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Overcoming budget challenges in today’s market

Dec 14, 2022 | Public | 0 comments

In today’s condo market, inflation and its impact on condo fees is a hot topic. As we come to the end of the COVID-19 pandemic, condos are facing new economic pressures. With consumer inflation impacting costs today, and construction inflation impacting both short-term and long-term capital project costs, many condos are asking: what are some measures for overcoming budgeting challenges and dealing with unexpected costs and deficits?

There are many factors that determine the right level of condo fees for a condominium corporation. The expenses are unique to each building, depending on what is included in the corporation’s operations. But all condominiums in Ontario have one thing in common—their only major source of revenue is contributions made by owners through their monthly fees. Because funds come from individual owners, it is always difficult to communicate a large increase in condo fees as this places financial strain on community members.

In building a better budget there are a few major points of consideration:

  • While it is of course important to ensure that small expenses are not being spent frivolously, place the most focus on the areas of the budget that have the largest impact on the monthly fees. This can help lead to meaningful discussions about how the largest costs can be better managed, lowering overall operating costs.
  • Do not overlook the overall financial position of the corporation. Ensuring that any budget supports a healthy surplus puts a condominium corporation in a better position to handle unexpected costs. A good guideline is to ensure 1-2 months of projected expenses in surplus at any given time, but this can and should be adjusted to reflect the needs of the individual corporation. Consider insurance premiums, deductibles, history of receivables, and any other unique financial issue.
  • Special assessments and sharp increases in fees are not the only options. Especially when dealing with a major shortfall, it’s important for a condo board to complete reasonable due diligence and consider all options which includes borrowing. Only by considering all options can a volunteer board member communicate to owners that they made every effort to budget in the best interests of all owners.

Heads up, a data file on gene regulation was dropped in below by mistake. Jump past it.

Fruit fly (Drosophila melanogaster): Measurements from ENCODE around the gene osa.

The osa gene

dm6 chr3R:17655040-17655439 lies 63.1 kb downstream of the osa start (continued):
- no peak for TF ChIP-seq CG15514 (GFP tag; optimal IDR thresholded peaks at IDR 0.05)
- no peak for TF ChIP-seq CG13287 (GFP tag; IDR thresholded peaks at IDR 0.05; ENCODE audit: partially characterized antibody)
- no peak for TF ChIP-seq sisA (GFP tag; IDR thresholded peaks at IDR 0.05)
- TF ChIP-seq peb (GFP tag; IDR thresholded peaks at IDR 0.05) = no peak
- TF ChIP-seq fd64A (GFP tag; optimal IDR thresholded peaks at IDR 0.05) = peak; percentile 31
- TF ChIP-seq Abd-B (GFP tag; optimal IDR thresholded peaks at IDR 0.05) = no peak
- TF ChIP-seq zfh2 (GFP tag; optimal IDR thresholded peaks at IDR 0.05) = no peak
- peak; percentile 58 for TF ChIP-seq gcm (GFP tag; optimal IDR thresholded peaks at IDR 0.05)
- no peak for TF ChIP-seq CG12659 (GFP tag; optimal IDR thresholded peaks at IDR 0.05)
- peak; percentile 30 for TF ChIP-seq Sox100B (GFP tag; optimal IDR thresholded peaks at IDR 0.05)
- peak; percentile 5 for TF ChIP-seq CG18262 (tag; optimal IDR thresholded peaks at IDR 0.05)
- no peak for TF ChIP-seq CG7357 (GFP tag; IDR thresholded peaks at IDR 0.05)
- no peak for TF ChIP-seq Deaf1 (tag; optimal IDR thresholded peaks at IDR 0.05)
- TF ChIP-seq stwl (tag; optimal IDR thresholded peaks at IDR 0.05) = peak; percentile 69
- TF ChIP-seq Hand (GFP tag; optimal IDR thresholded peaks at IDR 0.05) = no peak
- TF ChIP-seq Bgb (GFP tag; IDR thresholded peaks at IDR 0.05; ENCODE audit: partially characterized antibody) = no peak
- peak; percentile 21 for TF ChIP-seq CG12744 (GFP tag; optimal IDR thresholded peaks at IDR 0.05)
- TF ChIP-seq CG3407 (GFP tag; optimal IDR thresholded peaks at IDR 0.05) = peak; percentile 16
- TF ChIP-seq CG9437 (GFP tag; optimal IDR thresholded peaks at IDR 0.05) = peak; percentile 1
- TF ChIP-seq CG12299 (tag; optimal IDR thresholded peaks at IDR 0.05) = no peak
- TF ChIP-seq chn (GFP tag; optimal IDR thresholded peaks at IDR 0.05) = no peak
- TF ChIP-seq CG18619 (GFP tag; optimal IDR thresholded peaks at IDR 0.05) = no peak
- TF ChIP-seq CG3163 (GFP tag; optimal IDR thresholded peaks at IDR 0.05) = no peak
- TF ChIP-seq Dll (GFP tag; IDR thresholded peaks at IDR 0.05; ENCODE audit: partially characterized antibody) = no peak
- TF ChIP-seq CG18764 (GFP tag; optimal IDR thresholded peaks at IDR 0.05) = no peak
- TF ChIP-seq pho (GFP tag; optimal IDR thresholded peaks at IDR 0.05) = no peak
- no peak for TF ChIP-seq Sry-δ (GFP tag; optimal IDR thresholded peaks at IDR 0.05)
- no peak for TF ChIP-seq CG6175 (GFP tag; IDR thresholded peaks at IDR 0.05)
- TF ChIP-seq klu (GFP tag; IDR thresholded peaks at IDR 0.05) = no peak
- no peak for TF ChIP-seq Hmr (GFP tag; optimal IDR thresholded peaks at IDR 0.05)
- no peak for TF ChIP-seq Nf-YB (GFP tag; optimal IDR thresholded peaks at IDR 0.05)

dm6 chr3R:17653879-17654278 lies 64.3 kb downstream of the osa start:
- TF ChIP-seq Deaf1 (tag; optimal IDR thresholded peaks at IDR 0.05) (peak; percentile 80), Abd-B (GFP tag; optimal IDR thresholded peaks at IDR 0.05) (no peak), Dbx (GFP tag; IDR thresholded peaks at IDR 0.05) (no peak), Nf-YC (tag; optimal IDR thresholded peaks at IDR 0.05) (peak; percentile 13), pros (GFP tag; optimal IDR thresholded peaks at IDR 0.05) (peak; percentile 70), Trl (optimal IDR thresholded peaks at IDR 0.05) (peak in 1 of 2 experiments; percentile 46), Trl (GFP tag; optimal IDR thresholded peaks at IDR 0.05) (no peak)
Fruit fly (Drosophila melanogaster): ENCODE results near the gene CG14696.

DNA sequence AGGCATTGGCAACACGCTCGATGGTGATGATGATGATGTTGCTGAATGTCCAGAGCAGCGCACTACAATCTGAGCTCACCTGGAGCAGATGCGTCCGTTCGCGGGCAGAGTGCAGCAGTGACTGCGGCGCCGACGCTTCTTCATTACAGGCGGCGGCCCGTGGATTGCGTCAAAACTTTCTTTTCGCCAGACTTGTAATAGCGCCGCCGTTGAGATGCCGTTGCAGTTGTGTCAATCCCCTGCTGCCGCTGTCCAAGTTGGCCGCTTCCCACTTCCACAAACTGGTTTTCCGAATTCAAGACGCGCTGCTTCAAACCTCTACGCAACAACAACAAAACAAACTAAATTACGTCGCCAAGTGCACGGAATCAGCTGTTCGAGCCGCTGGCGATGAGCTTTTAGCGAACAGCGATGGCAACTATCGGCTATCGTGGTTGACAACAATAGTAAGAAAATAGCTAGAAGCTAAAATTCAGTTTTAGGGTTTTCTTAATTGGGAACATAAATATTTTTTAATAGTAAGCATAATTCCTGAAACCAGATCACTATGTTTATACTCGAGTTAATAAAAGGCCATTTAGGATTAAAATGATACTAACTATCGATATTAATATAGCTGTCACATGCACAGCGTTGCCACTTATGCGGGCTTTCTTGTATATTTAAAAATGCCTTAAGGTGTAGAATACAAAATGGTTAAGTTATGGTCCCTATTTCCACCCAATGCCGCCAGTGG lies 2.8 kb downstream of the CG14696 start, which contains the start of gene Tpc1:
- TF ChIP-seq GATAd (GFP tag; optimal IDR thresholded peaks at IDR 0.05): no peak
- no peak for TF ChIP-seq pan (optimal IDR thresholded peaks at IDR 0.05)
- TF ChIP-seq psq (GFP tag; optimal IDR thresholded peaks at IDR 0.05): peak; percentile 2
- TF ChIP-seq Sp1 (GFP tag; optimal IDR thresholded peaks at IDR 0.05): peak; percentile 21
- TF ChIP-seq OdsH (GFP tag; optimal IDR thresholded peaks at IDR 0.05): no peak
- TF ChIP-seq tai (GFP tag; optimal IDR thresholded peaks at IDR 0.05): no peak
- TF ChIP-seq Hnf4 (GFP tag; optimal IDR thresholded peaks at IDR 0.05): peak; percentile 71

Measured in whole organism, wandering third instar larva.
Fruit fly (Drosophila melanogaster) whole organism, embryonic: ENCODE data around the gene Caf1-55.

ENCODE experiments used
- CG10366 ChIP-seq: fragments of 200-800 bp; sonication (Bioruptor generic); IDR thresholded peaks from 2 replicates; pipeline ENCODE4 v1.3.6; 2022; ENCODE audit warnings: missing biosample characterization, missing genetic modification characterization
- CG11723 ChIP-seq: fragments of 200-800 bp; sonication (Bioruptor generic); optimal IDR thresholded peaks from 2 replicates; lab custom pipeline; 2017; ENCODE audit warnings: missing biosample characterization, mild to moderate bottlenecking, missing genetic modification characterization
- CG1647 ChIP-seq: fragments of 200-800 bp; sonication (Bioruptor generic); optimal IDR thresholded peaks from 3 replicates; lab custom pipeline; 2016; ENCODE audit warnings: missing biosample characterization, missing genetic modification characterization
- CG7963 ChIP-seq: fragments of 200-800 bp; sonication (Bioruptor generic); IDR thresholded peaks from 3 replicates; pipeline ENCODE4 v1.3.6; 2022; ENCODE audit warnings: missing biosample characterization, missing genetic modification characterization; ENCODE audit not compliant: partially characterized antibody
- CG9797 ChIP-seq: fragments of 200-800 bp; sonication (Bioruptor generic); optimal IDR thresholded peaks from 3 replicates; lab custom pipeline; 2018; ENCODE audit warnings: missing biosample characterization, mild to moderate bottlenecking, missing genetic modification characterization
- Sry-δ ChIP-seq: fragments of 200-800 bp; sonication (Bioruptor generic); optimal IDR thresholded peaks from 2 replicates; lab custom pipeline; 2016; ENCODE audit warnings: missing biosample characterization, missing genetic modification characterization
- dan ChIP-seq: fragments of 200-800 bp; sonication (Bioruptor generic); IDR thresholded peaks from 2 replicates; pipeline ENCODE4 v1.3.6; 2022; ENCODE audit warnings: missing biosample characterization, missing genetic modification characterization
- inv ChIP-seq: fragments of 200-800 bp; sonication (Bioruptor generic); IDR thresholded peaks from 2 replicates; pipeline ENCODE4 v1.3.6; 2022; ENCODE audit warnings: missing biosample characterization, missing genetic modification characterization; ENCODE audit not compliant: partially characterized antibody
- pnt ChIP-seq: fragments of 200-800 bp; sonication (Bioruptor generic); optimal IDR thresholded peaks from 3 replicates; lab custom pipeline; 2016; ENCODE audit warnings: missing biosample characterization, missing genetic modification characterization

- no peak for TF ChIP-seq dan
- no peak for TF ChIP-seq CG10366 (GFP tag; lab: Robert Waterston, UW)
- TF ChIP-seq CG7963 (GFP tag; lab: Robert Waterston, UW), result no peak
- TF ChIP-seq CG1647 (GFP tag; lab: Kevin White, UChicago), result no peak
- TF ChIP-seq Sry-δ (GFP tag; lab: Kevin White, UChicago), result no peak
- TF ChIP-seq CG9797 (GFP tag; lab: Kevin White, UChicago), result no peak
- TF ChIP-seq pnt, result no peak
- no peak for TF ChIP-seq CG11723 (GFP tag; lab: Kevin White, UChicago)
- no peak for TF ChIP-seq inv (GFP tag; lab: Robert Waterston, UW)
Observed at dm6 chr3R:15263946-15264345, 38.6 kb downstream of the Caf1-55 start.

• Deferral of major projects is not helpful in reducing condo fees. Major components still need to be repaired or replaced at some point, and pushing projects further into the future compromises the value of the property and subjects the corporation to inflationary pressures (the work gets more expensive every year). Construction inflation historically, and today, is very high. The cost of borrowing may be less than the cost of inflation and borrowing funds to complete an important capital repair project, instead of deferring it, helps to protect values.
  • Remember that it’s not realistic to never increase condo fees. Keeping fees affordable and in line with comparable real estate is important but keeping fees artificially low only hurts in the long run. The sooner you start recovering from a shortfall the easier it is long-term.

Ultimately, a budget is a plan that is intended to support the projected costs for the upcoming year. It’s an exercise in reasonability, ensuring that the corporation has enough cash flow to meet its obligations under the Condominium Act and its own declaration and bylaws. If there is concern that a condominium corporation has a shortfall, or needs more funding, being realistic is most important. Condominium boards and the property managers supporting them should explore their options and look for real solutions to help keep fees at reasonable levels.

Often, the best ways to minimize increases are to look objectively at large contract expenses, utility retrofits, and also to develop better plans for long-term capital repair funding. There are experts who can help to guide the process, helping anyone responsible for the preparation of a budget to be confident in their due diligence process and the reasonability of their budget.

Lyndsey McNally is President of the Toronto & Area Chapter of the Canadian Condominium Institute and Director of Condominium Finance at CWB Maximum Financial where she works exclusively with condominium corporations, property managers and other condominium stakeholders to develop and implement customized financing solutions. She is also a licensed condominium manager.

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